Reader
Lethality

Have you lately anyway?

Reader
Utakata

Can’t really say. Your run ins with the moderator pass makes that difficult to gauge. >.<

Mewmew
Reader
Mewmew

The answer is no, the genre is not dead or dying, quite obviously.

You could argue that it’s stagnant without people trying much new, and the costs of developing and maintaining an MMORPG prevent people from taking many chances in trying out that new stuff.

There are lots of games out there people are spread across, but it’s so far from being dead or dying. The players and customers are still there.

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Castagere Shaikura

Not dying but not really growing anymore either. All the new games are from Asia too. The problem is no one is doing anything new.

Mordyjuice
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Mordyjuice

It’s fading like the Roman Empire did, people point toward the collapse of the Western Roman Empire as the end or for MMOs the end of triple A funding, how ever Rome continued on until the collapse of the Byzantine Empire much like MMOs will continue to be developed as scaled down indie games filling niche markets.

MurderHobo
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MurderHobo

This has all happened before, and it will happen again. The cycle keeps spinning, and with each turn we push the boundaries a bit further.

MMOs will continue, though I hope they grow beyond what we call MMOs today.

kjempff
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kjempff

Forty million and some…
It is all about definition.

Massively Multiplayer worlds are dead (the oldschool idea of what is a mmorpg), and the final nail was when EqNext died. The idea of “world” is also a part of the massively definition, it does not just mean “many players”.

The single player rpg in a multiplayer setting is very much alive (the current definition of mmorpg). Including lobby games with matchmaking systems. These are not massively, even if it can hold “many players” in one instance.

And then there are the pvp games, of which a few are almost mmorpg like, but the majority are just multiplayer games with rpg features and some shared real estate.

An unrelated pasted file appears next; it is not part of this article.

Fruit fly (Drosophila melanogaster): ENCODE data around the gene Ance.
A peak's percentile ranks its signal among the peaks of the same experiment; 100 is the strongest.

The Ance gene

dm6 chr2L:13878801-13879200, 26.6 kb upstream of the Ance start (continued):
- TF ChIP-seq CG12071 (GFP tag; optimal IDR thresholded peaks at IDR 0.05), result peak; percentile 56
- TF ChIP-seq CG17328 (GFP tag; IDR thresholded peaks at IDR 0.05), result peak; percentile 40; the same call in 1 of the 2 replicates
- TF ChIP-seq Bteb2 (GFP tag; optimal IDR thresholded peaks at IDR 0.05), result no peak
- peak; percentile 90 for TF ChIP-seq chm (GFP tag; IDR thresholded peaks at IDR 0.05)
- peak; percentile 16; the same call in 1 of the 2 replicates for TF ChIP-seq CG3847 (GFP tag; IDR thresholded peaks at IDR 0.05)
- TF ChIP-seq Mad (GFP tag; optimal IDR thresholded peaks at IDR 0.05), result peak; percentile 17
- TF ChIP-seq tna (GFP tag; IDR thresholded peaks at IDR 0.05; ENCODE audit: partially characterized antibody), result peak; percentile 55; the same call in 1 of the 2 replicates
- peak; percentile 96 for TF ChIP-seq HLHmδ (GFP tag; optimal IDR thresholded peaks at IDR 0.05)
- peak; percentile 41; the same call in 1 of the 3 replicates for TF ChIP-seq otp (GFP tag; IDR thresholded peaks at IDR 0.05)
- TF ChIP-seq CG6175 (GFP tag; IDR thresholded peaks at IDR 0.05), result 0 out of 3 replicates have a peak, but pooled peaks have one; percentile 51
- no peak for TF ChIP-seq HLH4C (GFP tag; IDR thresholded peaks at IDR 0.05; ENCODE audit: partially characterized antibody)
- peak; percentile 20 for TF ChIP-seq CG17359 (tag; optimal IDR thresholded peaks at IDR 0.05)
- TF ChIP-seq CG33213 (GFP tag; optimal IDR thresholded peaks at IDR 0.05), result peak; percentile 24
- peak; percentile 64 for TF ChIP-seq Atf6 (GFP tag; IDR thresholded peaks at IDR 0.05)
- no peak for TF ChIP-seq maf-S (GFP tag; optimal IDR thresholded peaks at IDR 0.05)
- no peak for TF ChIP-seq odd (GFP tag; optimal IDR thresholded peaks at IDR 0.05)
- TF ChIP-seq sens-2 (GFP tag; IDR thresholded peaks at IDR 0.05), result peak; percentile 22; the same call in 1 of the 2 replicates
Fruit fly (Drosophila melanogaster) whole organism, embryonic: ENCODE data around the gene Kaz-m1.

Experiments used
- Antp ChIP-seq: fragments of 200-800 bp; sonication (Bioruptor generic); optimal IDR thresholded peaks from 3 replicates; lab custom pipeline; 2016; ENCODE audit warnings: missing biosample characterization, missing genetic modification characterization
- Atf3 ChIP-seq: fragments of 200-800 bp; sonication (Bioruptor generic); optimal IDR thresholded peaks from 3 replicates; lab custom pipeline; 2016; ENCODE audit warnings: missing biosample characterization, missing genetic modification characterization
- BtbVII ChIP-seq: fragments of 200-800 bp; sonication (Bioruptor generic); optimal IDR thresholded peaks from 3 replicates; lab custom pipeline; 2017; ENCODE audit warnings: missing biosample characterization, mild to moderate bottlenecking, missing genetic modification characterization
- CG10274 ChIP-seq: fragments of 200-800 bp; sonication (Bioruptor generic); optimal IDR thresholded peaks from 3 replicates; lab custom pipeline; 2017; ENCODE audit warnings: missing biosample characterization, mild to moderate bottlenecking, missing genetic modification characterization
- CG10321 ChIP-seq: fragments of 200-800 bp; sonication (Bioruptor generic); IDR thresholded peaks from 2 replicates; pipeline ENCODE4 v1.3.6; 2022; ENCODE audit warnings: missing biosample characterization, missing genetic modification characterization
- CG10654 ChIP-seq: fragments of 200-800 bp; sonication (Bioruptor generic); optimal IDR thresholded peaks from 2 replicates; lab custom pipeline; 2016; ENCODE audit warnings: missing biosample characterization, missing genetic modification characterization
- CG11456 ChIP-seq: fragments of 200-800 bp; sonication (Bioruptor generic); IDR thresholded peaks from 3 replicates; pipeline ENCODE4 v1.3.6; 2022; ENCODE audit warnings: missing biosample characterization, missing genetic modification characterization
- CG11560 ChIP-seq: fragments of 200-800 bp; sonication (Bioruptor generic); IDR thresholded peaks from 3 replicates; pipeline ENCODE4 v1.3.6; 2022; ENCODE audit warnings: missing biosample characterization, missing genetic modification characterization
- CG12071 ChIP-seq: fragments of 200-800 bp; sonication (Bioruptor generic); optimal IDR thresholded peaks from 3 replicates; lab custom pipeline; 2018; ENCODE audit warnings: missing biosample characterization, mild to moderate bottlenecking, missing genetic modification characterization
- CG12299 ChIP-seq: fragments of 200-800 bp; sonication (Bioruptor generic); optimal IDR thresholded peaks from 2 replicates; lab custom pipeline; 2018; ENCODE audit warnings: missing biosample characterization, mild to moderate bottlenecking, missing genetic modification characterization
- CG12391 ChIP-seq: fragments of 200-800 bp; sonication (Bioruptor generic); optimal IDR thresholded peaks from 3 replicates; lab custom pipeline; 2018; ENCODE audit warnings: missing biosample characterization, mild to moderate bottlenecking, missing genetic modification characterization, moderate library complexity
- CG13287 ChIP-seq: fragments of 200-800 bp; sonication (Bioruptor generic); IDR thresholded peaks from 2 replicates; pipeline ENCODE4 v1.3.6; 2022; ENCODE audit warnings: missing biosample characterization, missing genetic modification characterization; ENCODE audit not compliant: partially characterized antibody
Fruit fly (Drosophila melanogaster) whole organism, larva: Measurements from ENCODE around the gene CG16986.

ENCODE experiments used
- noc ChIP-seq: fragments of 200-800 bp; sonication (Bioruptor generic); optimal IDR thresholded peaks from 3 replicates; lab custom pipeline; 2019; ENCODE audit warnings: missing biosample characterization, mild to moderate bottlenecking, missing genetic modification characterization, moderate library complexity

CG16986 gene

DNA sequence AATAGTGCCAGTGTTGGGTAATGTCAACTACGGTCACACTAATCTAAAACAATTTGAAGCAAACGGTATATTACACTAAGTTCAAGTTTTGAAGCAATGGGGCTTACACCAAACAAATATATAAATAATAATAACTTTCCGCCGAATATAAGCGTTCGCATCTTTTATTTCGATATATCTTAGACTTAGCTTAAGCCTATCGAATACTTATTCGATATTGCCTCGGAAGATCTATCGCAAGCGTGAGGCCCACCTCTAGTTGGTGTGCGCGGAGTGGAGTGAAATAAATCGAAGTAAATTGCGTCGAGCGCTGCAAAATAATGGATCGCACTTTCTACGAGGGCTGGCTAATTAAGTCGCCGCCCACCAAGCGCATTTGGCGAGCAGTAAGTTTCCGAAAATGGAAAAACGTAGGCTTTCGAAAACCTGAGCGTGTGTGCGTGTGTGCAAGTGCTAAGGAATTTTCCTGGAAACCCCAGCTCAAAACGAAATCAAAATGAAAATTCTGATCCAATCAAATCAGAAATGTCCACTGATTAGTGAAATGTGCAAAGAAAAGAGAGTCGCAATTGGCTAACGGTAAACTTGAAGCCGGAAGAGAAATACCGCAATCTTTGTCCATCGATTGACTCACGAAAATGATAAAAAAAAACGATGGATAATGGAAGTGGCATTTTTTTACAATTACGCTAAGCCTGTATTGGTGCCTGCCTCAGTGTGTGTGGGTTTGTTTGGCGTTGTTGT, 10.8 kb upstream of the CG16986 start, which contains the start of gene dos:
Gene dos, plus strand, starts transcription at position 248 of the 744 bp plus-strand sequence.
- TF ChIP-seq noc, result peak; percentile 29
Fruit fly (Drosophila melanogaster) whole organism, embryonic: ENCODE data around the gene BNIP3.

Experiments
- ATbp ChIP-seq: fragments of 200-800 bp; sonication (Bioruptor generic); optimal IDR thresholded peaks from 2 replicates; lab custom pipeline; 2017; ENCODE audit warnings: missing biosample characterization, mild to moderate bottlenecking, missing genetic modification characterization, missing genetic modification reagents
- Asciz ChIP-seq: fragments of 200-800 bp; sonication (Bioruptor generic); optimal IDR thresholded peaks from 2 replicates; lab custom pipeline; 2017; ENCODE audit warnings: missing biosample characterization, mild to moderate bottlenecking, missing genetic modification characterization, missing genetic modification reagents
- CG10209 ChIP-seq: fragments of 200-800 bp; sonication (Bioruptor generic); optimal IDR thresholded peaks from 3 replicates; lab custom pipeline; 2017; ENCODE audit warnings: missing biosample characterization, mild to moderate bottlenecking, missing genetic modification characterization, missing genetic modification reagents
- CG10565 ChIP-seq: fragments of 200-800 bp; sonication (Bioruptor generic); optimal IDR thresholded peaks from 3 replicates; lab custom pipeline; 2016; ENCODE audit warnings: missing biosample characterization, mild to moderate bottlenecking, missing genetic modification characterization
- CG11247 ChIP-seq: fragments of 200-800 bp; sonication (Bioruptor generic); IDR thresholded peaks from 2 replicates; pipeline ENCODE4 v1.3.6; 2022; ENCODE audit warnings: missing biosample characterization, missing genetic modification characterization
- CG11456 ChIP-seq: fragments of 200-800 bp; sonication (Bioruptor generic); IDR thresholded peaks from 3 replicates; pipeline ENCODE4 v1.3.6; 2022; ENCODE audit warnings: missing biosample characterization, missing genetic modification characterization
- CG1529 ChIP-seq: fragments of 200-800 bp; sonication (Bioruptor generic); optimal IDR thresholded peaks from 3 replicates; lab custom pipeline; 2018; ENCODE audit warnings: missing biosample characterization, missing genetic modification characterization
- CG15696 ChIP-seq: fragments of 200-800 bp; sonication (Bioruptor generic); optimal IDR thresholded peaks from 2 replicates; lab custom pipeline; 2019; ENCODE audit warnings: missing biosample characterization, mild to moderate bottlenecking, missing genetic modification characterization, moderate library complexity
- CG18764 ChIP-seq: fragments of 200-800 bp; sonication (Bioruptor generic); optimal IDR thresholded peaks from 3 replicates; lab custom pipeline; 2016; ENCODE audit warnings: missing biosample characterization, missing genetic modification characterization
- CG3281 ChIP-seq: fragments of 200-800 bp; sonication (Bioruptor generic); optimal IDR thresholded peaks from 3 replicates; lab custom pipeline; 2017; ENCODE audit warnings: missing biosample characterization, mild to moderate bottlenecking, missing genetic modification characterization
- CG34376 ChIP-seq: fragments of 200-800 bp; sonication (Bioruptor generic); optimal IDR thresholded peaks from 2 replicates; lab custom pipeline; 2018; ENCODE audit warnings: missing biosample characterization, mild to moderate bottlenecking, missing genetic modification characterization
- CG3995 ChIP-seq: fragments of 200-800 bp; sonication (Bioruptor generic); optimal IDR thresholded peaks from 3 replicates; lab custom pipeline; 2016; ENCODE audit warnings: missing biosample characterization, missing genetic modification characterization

Dead ? the answer is both yes and no, it is all about your definition of mmorpg.

Reader
memitim

It’s pretty much done, nobody with the big bucks is interested in making an actual game and not a pretty front-end for a cash shop anymore. I hope Pantheon and CU are good because those and EVE Online are basically all that’s left of the old school at this point. As for the new school…well the furor over classic WoW tells you where that’s going and it seems everyone else went off to make MOBAs/survival games/battle royales etc when it became clear cloning WoW wouldn’t work.

I don’t really see how there’s an argument for it not being basically dead at this point, even if you count pseudo-mmos the list of big releases over the last 5 years and coming over the next 5 is very short indeed and how many of those from the last 5 are you still playing? For me it’s 0 and that might not be a bad thing if all the 10 year old ones were doing really well but…they aren’t…when GW2 turned out to be not all that it seemed to be pretty much the end for the AAA MMO and it’s been 7 years since then with basically 0 to get excited about, just trashy ports of eastern P2W games…it’s now up to those who created the genre to save it as it seems nobody else can…no pressure or anything… :D

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Kickstarter Donor
thalendor

In regards to some of these hot, new games in comparison to MMOs, I have this to say: when 20 years old, you reach… look as good, you will not.

Reader
Anstalt

You need to nail down specifics before you can really answer the question! First, define what an MMO is. I define it as:

“A game that supports 500+ players within the same virtual environment”.

That definition is based on correct english language, the original definitions used by Richard Garriott and Raph Koster, plus a comparison to other current multiplayer titles. You can also apply it to games really easily to see whether the definition works. It works for WoW, LotRO etc, only just works for ESO (without Cyrodiil, ESO wouldn’t be an MMO), and doesn’t work for SWTOR (player cap of 75 is just standard multiplayer, nothing massively multiplayer about it at all!).